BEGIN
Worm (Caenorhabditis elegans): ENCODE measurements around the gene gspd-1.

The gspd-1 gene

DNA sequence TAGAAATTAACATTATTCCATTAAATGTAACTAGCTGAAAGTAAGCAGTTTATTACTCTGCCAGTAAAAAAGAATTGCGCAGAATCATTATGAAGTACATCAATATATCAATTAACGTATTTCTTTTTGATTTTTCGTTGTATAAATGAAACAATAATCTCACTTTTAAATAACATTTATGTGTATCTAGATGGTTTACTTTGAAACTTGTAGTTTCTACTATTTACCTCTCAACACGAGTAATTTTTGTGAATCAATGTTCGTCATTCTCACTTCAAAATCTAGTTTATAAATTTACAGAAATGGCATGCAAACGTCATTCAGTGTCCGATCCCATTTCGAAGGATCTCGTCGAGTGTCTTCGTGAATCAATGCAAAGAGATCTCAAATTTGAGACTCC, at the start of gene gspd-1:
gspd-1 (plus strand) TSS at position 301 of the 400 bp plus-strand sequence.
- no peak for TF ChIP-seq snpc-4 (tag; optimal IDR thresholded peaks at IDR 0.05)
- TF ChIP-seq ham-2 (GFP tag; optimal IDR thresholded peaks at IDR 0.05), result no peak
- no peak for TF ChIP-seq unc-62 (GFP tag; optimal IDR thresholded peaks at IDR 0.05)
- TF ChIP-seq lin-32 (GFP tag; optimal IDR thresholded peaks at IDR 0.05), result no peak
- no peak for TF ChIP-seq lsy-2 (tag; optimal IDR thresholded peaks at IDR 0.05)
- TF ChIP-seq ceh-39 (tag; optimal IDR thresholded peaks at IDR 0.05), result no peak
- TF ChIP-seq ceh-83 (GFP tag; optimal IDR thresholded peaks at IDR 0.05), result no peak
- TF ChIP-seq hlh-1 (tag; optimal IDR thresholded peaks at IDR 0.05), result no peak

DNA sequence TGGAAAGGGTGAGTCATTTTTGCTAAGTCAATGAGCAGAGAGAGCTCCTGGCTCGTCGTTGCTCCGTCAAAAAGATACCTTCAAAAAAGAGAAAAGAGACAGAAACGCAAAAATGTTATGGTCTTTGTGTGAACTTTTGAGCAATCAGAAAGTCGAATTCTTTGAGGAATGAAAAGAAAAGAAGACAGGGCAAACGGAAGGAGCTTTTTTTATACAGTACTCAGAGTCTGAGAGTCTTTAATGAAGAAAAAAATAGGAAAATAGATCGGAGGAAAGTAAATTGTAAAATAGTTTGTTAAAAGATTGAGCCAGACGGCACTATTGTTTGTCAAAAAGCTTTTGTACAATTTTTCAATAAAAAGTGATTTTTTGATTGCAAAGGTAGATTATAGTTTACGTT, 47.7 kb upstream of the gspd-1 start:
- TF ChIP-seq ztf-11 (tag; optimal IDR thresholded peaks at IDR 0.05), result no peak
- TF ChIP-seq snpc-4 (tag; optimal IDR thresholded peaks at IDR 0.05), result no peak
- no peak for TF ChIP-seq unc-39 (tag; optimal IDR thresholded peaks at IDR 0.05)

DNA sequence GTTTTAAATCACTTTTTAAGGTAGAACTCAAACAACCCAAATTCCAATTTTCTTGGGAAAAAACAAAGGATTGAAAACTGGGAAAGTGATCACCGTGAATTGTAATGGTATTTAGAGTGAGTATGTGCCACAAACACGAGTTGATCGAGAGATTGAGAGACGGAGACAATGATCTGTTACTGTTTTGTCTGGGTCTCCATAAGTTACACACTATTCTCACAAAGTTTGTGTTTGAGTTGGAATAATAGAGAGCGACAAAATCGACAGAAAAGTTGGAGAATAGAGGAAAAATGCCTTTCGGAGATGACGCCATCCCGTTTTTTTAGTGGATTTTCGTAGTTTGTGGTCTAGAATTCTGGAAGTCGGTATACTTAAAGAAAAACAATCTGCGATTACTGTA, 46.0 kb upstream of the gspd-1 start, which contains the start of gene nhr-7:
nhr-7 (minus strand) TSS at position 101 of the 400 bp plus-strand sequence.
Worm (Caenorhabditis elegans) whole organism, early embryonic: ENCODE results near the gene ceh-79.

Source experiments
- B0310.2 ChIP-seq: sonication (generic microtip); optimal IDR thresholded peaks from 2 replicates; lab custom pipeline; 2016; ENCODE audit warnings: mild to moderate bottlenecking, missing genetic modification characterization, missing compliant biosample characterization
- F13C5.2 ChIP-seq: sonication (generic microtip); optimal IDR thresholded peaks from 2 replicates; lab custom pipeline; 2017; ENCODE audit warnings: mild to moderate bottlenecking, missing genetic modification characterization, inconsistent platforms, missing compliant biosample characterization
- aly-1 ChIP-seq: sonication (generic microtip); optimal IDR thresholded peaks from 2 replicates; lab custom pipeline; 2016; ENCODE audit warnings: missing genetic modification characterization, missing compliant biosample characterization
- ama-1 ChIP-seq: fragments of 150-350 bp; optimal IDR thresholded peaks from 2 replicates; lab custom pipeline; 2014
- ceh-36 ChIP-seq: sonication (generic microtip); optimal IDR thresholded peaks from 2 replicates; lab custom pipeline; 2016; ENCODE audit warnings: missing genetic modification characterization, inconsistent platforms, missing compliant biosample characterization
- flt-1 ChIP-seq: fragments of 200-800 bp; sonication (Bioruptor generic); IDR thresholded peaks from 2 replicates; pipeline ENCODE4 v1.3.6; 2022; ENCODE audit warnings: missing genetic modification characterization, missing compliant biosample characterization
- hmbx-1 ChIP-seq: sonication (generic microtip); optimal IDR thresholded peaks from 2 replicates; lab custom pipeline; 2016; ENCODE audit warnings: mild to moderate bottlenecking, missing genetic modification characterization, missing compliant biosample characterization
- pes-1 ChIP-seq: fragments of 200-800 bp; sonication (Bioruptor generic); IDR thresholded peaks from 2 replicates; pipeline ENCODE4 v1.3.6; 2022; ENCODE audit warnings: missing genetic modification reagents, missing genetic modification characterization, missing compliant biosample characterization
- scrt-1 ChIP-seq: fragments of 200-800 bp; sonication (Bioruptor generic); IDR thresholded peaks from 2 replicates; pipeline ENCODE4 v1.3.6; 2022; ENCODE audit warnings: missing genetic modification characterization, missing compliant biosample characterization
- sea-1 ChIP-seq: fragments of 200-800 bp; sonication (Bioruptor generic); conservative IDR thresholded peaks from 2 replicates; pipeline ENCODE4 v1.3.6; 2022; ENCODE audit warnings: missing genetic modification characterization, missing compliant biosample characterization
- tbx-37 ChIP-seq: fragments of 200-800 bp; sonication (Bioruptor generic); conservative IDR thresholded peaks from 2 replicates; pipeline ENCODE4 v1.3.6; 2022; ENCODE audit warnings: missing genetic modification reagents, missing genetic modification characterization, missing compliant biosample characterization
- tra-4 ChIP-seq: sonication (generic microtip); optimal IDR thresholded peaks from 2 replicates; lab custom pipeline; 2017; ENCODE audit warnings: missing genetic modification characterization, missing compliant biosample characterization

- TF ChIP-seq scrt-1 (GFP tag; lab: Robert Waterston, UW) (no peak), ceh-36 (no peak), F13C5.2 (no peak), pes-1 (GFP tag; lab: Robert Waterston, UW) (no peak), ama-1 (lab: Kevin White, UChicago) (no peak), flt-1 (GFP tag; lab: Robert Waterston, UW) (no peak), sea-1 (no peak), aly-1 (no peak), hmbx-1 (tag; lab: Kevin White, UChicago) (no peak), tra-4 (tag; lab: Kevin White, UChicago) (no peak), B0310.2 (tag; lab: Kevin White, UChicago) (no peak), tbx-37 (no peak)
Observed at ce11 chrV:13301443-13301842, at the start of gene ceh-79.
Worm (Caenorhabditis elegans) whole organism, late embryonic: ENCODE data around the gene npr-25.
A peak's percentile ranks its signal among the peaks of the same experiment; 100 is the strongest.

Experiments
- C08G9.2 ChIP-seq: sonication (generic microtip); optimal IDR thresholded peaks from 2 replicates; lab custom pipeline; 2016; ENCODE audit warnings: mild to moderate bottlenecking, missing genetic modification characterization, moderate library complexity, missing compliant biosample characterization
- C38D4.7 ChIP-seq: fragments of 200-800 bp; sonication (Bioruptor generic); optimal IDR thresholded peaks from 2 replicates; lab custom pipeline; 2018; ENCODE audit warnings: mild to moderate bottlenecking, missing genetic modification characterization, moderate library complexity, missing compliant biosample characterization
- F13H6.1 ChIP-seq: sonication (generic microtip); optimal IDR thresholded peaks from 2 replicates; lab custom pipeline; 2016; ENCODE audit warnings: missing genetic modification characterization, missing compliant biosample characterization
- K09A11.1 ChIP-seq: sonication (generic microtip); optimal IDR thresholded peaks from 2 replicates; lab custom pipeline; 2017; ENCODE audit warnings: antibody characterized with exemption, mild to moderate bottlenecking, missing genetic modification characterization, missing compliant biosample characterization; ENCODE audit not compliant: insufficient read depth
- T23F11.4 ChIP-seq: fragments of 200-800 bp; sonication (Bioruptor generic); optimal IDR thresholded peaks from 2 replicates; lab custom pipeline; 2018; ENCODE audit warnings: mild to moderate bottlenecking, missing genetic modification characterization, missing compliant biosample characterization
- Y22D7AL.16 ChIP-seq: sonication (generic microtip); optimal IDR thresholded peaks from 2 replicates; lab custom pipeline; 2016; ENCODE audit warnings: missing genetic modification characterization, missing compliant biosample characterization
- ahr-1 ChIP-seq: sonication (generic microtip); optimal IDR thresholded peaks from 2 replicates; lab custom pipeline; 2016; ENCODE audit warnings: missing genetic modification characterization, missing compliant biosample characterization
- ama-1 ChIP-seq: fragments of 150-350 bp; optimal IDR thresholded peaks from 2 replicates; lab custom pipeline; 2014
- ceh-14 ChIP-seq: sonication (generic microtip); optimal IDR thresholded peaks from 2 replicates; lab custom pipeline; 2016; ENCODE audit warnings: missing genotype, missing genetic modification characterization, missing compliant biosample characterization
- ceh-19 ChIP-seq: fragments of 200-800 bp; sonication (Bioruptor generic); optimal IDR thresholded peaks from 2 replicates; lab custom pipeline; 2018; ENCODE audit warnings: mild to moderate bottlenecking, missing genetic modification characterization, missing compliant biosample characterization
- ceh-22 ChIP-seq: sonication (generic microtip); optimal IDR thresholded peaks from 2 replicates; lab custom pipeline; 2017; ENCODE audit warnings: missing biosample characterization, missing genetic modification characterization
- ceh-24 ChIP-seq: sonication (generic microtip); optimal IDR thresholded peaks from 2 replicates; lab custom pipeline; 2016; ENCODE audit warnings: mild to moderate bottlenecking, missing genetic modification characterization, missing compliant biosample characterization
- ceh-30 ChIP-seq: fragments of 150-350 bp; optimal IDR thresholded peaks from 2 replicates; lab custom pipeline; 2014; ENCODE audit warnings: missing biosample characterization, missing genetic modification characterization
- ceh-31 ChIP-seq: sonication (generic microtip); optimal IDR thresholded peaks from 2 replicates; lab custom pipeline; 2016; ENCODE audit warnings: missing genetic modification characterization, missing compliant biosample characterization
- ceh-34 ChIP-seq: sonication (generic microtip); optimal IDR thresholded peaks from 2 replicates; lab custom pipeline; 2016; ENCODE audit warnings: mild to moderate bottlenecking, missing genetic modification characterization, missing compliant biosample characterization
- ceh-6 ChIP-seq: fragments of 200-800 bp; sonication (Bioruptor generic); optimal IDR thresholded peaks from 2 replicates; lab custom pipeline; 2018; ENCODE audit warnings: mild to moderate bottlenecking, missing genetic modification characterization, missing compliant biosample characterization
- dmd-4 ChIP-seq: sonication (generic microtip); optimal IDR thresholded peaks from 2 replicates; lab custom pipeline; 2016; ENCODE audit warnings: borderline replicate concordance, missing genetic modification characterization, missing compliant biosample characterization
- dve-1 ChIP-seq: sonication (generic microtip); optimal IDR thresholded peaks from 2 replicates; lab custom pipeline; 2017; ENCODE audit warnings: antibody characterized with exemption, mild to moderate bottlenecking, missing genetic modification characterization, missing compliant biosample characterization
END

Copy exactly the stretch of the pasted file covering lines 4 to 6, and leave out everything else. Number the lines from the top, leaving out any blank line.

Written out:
gspd-1 (plus strand) TSS at position 301 of the 400 bp plus-strand sequence.
- no peak for TF ChIP-seq snpc-4 (tag; optimal IDR thresholded peaks at IDR 0.05)
- TF ChIP-seq ham-2 (GFP tag; optimal IDR thresholded peaks at IDR 0.05), result no peak